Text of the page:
Why is your WordPress Website Slow?

There are millions of other blogs and websites that talk through plugins and quick & dirty ways to speed up your website, as well as millions others that explain the extremely technical details of minification and efficient coding. However, odds are good that there’s 1 main thing slowing down your website: the size of your images.

Quality of host can certainly be a factor, however. Certain hosts have cheaper price points than others. From our experience, you usually get what you pay for, but many people don’t have the robust websites that require fast hosting, and others still don’t have the traffic to merit $100/mo hosting payment. So, of course, there’s always a  market for dirt cheap hosting. If it makes business sense to get your website stood up on a cheaper host, then do it.

However, regardless of how fast or slow your host is, your website will be slow (100% of the time) if you’re trying to use incredibly large images on your website. The purpose of this post is to explain why images slow down your website, and how to fix it.

Here's the thing...

If you’re currently on an ineffective host, AND you’re using large images on your site, you will experience slow load times. The easiest way to increase website performance is to use images under 1.0 mb per image. 

Get To the Point

The Nitty Gritty

You can check out this video and see why image compression matters and how to do it online using online image compression tools. Can be pretty helpful!

Image Size vs. Image Dimensions

This is one of the most common questions we get asked in terms of image sizing. There is not a direct correlation between the dimensions of an image (1200px by 2000px) and the size of an image (2.3 mb). If you were to keep the dpi (dots per inch) the same, then you may be able to make that correlation, but it’s important to understand the difference between image dimensions and image size.

When you go to a website, your data connection (whatever you’re paying for with Verizon or Charter or Comcast for an internet connection) has to download all of the information and content on a webpage to be able to display it to you in your browser. Text takes hardly any time to load at all – think nanoseconds with a good internet connection. Images, however, require significantly more data to load.

Think about it like this: when you’re at the gym and you’re working out, you can lift light weights relatively easily. You can also lift them many more times quicker than you could lift heavy weight. You will take longer to push out one rep on bench press lifting 300 lbs than you would with just the bar. Images are like heavy weights. The stronger your host is, the more weight it can lift and handle at a time. But at a certain point your images are so large that your host can take 10, 15, 20 seconds to load it to your device. You don’t need your host to try and lift heavy weights. You want your website to be as light and efficient as possible.

Whenever you’re pulling images off of a camera/phone/device, the image dimesions will likely be the same as the other images pulled off that device. However, the dots of the images can change based on camera settings (shooting in RAW or a compressed variation), so your file sizes may be different. Typically, the file size for an image pulled off a phone or camera can range anywhere between 5 mb and 40 mb depending on the settings. These images are to large to use effectively on a website, even with the most robust host.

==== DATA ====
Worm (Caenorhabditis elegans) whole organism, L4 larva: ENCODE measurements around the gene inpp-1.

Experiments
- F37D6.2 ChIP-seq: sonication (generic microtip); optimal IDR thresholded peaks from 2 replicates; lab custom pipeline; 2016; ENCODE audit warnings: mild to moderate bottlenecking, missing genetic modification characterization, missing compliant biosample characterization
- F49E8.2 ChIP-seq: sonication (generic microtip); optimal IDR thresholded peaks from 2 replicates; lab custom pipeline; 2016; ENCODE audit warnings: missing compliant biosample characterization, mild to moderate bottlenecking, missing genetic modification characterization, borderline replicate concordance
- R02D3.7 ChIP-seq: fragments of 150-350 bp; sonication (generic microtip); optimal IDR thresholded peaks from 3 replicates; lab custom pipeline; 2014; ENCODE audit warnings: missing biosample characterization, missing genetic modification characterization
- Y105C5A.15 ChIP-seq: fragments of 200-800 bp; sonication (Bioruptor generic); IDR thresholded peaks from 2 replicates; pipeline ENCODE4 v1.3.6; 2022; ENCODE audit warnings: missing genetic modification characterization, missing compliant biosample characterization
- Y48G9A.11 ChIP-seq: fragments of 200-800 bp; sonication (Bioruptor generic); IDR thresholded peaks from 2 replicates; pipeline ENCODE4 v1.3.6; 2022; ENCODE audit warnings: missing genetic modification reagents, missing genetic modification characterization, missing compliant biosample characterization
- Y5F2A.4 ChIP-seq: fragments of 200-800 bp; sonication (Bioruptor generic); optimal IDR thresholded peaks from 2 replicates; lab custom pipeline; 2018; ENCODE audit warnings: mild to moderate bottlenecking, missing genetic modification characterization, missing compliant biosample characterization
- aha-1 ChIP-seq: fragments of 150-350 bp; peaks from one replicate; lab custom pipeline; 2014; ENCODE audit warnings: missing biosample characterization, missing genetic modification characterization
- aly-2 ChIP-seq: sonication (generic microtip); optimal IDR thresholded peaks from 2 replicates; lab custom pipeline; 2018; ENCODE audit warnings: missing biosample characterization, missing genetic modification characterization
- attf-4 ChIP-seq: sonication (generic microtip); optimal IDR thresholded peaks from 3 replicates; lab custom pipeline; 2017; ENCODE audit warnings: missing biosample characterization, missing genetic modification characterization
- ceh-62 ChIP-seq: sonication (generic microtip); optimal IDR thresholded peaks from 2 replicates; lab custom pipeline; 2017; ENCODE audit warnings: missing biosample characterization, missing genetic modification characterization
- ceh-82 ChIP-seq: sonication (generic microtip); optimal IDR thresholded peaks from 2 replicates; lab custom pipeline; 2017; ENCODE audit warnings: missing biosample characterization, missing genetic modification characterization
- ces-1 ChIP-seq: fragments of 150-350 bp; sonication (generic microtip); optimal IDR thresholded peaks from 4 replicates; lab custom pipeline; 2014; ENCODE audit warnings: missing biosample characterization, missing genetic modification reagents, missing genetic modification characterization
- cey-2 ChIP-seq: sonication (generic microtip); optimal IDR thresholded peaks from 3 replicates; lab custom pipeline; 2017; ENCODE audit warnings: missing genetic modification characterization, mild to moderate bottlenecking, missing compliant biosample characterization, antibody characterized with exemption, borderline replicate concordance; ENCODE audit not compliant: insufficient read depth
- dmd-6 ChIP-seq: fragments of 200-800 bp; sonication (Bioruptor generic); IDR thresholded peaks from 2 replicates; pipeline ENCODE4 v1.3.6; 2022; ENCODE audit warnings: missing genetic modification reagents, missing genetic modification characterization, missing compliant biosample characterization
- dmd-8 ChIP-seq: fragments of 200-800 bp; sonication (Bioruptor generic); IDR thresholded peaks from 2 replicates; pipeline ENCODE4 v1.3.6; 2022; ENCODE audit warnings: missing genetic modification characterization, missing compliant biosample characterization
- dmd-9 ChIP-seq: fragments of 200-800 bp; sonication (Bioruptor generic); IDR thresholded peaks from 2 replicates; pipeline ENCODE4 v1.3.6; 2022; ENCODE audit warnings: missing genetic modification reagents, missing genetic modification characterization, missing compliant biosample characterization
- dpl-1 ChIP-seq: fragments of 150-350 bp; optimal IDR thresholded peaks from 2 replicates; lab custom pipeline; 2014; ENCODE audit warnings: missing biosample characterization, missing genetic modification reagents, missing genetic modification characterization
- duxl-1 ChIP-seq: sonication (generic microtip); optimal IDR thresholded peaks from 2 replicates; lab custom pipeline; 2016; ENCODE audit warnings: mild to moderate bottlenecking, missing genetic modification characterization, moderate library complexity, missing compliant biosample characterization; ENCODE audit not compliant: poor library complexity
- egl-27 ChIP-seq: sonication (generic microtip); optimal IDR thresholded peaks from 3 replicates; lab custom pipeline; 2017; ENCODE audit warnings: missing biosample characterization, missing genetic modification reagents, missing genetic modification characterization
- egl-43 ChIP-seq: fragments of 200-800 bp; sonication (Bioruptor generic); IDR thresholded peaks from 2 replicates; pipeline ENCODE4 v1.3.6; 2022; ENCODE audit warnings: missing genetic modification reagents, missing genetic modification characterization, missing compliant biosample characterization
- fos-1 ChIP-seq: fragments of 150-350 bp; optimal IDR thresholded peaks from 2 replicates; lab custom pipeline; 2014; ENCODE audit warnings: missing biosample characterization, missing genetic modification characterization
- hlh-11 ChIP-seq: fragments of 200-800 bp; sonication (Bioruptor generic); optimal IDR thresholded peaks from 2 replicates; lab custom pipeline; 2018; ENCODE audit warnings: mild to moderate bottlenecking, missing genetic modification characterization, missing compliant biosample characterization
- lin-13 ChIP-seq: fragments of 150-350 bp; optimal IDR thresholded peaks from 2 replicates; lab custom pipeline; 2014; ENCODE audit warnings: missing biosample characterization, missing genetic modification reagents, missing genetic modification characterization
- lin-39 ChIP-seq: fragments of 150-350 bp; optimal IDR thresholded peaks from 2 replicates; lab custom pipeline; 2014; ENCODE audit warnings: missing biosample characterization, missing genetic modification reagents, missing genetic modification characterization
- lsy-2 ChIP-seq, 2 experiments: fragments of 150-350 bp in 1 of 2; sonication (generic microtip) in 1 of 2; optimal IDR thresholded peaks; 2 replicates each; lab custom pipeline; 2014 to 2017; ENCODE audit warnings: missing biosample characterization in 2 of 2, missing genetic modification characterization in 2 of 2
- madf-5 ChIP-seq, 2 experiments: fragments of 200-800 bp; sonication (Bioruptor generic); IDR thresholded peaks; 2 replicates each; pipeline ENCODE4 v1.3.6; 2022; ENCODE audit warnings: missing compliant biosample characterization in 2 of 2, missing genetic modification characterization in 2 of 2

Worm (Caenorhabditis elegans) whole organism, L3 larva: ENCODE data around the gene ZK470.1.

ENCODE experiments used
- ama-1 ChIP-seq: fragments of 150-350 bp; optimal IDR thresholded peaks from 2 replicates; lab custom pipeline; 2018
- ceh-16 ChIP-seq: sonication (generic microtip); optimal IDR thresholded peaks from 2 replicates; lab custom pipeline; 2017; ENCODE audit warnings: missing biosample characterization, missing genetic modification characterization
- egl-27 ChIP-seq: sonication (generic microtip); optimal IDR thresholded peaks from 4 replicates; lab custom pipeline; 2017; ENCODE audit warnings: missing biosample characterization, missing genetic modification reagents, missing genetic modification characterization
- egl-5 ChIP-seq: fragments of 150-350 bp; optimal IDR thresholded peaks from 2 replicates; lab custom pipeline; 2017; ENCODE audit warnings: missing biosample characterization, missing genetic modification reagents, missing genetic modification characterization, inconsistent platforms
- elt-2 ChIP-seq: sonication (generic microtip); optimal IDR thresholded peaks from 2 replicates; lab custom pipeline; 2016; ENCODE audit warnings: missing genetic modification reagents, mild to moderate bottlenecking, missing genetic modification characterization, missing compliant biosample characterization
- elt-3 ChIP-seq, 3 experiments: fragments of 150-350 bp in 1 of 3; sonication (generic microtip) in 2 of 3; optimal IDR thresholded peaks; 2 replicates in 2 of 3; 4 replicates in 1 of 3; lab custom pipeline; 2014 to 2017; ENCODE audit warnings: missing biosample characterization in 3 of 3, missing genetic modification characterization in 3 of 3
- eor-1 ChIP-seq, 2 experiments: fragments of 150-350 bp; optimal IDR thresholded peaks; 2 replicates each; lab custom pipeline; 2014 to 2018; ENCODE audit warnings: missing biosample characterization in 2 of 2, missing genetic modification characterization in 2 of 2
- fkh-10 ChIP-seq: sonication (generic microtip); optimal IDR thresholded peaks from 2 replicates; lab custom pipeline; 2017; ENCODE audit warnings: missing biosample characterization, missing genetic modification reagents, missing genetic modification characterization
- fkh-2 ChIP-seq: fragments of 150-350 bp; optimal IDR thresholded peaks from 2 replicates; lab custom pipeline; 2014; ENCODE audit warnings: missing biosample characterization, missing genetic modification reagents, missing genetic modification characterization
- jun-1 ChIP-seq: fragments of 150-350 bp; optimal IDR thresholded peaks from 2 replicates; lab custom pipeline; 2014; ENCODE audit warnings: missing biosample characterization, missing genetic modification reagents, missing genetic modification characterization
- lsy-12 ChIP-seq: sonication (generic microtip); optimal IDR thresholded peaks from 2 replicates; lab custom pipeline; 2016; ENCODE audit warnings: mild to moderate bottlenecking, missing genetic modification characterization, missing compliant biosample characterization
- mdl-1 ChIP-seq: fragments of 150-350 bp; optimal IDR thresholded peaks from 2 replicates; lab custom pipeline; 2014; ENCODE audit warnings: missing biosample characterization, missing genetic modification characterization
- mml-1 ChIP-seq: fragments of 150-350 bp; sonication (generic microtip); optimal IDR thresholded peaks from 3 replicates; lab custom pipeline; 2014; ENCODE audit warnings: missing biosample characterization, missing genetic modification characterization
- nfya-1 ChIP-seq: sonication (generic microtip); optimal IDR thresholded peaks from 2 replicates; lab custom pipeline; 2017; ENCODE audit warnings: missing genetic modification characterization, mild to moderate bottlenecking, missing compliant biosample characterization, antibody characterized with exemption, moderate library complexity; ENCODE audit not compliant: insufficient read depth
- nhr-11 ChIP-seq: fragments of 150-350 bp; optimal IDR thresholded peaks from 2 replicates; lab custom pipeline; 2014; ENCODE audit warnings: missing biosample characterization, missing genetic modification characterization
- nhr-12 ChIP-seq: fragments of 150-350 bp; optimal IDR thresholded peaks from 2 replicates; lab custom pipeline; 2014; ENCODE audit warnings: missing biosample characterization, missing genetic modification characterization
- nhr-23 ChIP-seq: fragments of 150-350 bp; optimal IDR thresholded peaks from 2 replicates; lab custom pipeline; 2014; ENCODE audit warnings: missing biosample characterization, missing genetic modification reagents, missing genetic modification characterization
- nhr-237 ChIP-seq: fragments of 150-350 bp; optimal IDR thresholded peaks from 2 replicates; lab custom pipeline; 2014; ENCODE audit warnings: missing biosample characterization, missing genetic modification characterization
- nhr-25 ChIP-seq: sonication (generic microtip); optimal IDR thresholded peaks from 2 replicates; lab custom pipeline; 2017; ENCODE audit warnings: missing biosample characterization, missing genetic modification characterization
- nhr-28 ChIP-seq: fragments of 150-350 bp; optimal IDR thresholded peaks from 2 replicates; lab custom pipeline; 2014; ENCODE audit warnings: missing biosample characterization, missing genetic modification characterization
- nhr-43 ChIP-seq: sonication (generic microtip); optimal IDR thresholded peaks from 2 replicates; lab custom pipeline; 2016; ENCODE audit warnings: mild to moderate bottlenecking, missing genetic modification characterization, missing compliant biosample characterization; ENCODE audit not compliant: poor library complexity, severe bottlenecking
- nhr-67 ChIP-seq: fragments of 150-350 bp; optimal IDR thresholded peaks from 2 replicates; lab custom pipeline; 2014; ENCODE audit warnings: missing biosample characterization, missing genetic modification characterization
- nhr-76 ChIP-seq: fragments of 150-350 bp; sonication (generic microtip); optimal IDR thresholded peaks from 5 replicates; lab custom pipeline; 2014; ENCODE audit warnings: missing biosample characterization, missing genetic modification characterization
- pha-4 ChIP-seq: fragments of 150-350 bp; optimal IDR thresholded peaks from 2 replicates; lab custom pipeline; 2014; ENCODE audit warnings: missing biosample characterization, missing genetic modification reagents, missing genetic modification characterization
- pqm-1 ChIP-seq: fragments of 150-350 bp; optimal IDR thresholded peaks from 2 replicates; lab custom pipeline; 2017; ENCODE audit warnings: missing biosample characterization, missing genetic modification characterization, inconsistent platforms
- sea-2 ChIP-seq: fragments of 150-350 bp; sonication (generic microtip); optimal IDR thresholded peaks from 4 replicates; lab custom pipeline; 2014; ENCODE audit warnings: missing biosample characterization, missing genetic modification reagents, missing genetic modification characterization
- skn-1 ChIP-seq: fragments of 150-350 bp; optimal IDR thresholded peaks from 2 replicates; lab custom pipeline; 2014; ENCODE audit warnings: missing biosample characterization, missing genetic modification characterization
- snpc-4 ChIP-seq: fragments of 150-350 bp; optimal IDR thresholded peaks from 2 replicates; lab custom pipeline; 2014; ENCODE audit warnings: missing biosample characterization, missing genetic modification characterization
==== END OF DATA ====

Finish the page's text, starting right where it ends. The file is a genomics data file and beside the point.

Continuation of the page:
On a mac, open up each individual image in Preview…

  1. Click Tools
  2. Click Adjust Size and see the “File size” changing as you adjust the dimensions and dpi of the image itself. Preview has it’s own image compression built into it, so you’ll likely notice the file size get smaller even if you don’t change any dimensions.
  3.  Probably set the dpi to 72. Non-retina devices can’t display high-res images, and WordPress typically has the ability to upload images at double-size for retina devices.
  4. Think through the application of each image. If the image in question is used for the main featured slider, it needs to be at least 1000 px wide, but probably under 2000px wide. If the image is for thumbnails or product images, probably no wider than 600px wide.
  5. Change the image dimensions, making sure that the “respect aspect ratio” or “constrain proportions,” is checked.
  6. Try and get file size down to 1.5 mb or lower.

Microsoft doesn’t have an easy way to adjust an image’s dpi out of the box, but you can change image dimensions in Microsoft Paint, which may help with the image size to a certain degree. You’ll have to use the Explore part of the computer to verify the image size after you resize it. We recommend downloading Gimp for image editing on a Windows platform.

  1. Open image in Paint
  2. Click “Resize” in the top left
  3. Change the image dimensions, making sure that the “respect aspect ratio” or “constrain proportions,” is checked.
  4. Check to make sure the file size is small enough.

Take a look at a waterfall report on your website and look for the bars that are the widest. The wider a particular bar is, the longer it takes for a browser to load it. It will be very easy to see what images take a long time to load. It may take you a couple hours to do it, but resizing all the images on your website then re-uploading them and changing them out will drastically increase your site’s load time.

The Point

Yes, shared hosting, peak traffic times, minification, inefficient coding, and many other things can affect the speed of your website. However, over 70% of the time in our business, the speed of a website is due to the size of the images. Make sure your images are the right dimensions and at a small enough file size for your website to run efficiently. It will save you so much time in the long run.